President Cyril Ramaphosa on Monday addressed the corrupt activities that have recently made headlines, labelling corruption during a national disaster as a heinous crime and revealing that he would be receiving interim progress reports every six weeks, on various cases.
He promised that investigations that had found wrongdoing would be fast-tracked for prosecution.
Ramaphosa’s ruling party the African National Congress has been accused of corruption and reckless spending on personal protective equipment, with his own spokesperson Khusela Diko taking leave of absence from her government roles, pending investigations into allegations involving her and her husband and tender regulations in the Gauteng Department of Health.
In his weekly column to the nation Ramaphosa condemned the price inflation of surgical masks by as much as 900% and questioned how a councillor could stockpile emergency food parcels meant for the poor for their own family, or why another councillor would divert water tankers, en route to a needy community, to their own home.
“It is impossible to discern what drives an entire family whose member stole funds meant for unemployed workers to go on a spending spree, buying cars, paying for renovations and beauty treatments, and even tombstones. Attempting to profit from a disaster that is claiming the lives of our people every day is the action of scavengers. It is like a pack of hyenas circling wounded prey,” Ramaphosa said.
Such stories, he said, opened wounds of State capture and had enraged South Africans.
Government has instituted several measures to safeguard funds allocated to tackle the coronavirus (Covid-19) pandemic, including regulations for the fair, transparent, cost-effective and competitive procurement of supplies and services.
The Competition Commission is prosecuting companies for excessive pricing and the Auditor-General is undertaking special audits to find and prevent misuse of funds.
Ramaphosa recently gave powers to the Special Investigating Unit (SIU) to investigate unlawful and improper conduct by the State in the procurement of goods and services during the national lockdown.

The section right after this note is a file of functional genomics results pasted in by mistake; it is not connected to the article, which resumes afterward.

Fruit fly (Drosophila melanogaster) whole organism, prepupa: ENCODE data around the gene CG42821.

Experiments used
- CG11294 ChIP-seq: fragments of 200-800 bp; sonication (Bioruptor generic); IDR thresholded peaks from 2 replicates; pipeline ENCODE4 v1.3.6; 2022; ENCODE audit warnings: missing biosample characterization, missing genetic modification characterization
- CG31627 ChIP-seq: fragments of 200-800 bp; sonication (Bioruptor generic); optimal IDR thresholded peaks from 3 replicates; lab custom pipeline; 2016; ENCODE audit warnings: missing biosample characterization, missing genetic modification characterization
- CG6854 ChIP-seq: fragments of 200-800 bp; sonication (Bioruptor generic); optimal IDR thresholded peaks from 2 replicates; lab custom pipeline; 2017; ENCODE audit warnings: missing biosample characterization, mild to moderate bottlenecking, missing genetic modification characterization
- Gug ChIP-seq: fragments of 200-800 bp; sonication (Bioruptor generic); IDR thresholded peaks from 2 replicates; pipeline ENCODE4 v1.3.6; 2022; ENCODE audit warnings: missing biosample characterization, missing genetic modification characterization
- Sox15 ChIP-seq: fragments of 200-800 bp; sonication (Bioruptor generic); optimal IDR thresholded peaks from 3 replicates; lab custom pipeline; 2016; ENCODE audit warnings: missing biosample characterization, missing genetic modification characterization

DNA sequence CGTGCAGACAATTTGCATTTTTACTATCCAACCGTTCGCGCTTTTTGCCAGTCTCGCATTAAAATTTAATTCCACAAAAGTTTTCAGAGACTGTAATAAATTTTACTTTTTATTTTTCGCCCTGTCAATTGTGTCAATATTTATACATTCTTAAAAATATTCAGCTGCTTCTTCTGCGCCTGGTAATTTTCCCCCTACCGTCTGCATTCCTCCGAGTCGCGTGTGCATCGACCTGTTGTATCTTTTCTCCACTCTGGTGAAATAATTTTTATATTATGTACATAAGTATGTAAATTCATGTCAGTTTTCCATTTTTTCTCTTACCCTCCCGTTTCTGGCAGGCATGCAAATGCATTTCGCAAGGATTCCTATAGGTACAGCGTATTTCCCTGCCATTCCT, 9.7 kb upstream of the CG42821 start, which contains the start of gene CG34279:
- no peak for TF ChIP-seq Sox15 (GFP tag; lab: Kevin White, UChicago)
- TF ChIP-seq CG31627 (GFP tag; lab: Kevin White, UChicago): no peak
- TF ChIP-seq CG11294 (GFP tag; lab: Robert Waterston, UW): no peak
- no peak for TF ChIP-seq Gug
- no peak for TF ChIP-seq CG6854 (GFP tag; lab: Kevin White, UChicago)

The SIU also has powers to recover funds through civil proceedings.
Government has also undertaken information sharing between various agencies to detect, investigate and prosecute Covid-19-related corruption.
A special centre has been established to include the Financial Intelligence Centre, the Independent Police Investigative Directorate, the National Prosecuting Authority, the Hawks, Crime Intelligence and the SAPS Detective Service, South African Revenue Service, SIU and the State Security Agency.
“This strengthens our response immensely. These bodies are now working together not just to investigate individual allegations, but also establish linkages between patronage networks that are trying to hide their activities. Because of this cooperation, prosecutions should proceed more quickly and stand a better chance of success,” Ramaphosa said.
He encouraged South Africans to “blow the whistle” on corruption in all sectors and urged public servants to avoid even the perception of conflicts of interest.
He called out nepotism and entrenched political patronage networks and said laws, stronger enforcement, political will and social mobilisation were needed to tackle them.
He promised to turn the tide on political patronage and said public service culture would change through more openness and transparency.
“We will not allow public funds hard-earned by loyal taxpayers or donations by patriotic companies and individuals and the international community to vanish down a black hole of corruption. Those found to have broken the law to enrich themselves through this crisis will not get to enjoy their spoils, regardless of who they are or with whom they may be connected,” Ramaphosa said.